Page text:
Interfacer: Objects that provide a means to communicate with other parts of the system, external systems or infrastructure, or end users.

    The second part of this technique is to use CRC Cards which are index card put on a board while designing the systems.

    Class name  
    Responsibilities Collaborators
    - responsibility 1
    - responsibility 1
    - collaborator 1
    - collaborator 2

    CRC stands for Class - Responsibilities - Collaborator.  You put all the responsibilities on the left side and all the collaborators (the classes you talk to) on the right side.  When putting all the cards of a system or sub-system next to each other on a wall you get a really great big picture of what’s going on.

    Back to SRP, our ultimate goal is to take the secondary responsibilities on the left side and transform them into new collaborators on the right.  In the end we should have only one responsibility (the principal one) on the left hand side. So, now in the previous example BetterReportingService is only a Controller for its collaborators. Repository is an Interfacer and ReportEngine is a Service Provider. ReportBuilder acts as an Information Holder and a Structurer so we may consider separating the concerns one more time.

    Dealing with a large code base

    It’s not always easy to look at an aging code base and spot SRP violations. Sometimes we may think a class only have one responsibility when reading the code. The separation opportunities will rarely jump at us.

    Fortunately there is one technique that could help us with that. I'm talking about code metrics. Tools like NDepend and to some extent Visual Studio can use reflection technology to look at the code and calculate metrics to help us see the big picture but with a different set of eyes. It can help us find things we could hardly see ourselves.

    The LCOM (Lack of Cohesion of Methods) is a metric which indicate whether all the methods and fields of a class are strongly connected together.  For that, there should be a connection between all members of the class including fields.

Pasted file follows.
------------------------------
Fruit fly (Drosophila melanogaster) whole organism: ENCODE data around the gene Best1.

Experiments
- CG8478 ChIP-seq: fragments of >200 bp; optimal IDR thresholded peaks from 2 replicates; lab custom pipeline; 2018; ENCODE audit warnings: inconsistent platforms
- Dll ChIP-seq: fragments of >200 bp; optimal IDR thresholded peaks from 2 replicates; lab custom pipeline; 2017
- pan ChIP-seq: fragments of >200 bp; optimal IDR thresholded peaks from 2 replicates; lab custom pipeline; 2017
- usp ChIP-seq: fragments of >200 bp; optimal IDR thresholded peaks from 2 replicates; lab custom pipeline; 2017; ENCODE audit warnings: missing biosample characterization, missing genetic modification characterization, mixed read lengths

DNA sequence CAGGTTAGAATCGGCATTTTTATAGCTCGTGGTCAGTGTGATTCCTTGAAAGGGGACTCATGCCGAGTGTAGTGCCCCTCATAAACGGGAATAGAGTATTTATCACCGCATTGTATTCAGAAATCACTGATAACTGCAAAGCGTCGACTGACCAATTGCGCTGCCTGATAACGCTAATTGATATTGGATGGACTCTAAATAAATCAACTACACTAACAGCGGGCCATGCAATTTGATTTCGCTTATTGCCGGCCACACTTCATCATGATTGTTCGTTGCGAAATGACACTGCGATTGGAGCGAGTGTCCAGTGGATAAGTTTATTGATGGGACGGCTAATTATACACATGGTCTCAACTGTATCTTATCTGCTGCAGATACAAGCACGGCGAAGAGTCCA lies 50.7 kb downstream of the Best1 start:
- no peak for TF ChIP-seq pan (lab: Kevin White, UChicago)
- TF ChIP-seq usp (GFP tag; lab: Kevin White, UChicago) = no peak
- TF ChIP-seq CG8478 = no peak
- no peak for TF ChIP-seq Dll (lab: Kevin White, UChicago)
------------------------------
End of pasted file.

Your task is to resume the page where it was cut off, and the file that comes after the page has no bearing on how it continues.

The diagram below shows that the group composed of methods A and B and field x are connected together but they have no connection to the rest of the methods and field.  The LCOM4 metric gives us a value of 2 for this class because 2 distinct groups exist.


    Now, a class with a LCOM4 value one 1 will look more like this


    So, does this mean that the class in diagram 1 have 2 responsibilities and the one in diagram 2 only 1?  Not necessarily.  Some types of classes like pure domain objects may have only properties exposing the attributes of the class without been connected.  We need other indicators to asses that classes may possess multiple responsibilities. 

    The Cyclomatic Complexity metric gives us the number of execution paths in a method.  Code constructs like if, for, foreach, switch and while all generate at least one extra path of execution and contribute to code complexity.  A class with high cyclomatic complexity value means that it is actually doing something more than exposing attributes.

    So, we should look for classes with a high value of Lack of Cohesion of Methods and high Cyclomatic Complexity.  Usually if you know your code base a little bit you should not be really surprised by the top result of that list.  They are the ones you need to change for every new feature, the ones where bugs are found periodically and the ones who does not have unit tests around them.

    I hope now that you understand what the advantages of more little classes are over a few big ones. That in the long run, it is worth our time to think about the OO design of the system to reduce complexity, responsibility coupling and improve the testability of our code.

Sunday, February 20, 2011

SOLID principles at .Net Montreal Community

In a few weeks on Saturday March 12th I’ll be giving a talk on the SOLID principles of Object Oriented Programming.  While collecting information on the subject and preparing my talk I’m figuring out that I’ll be producing quite a lot of materials.  That’s a good thing because I’ll be able to blog about the principles using the same materials for my talk’s slides.  I do know that a lot of people already wrote about this subject but that’s going to be good exercise for me and my writing skills! Tags: ,,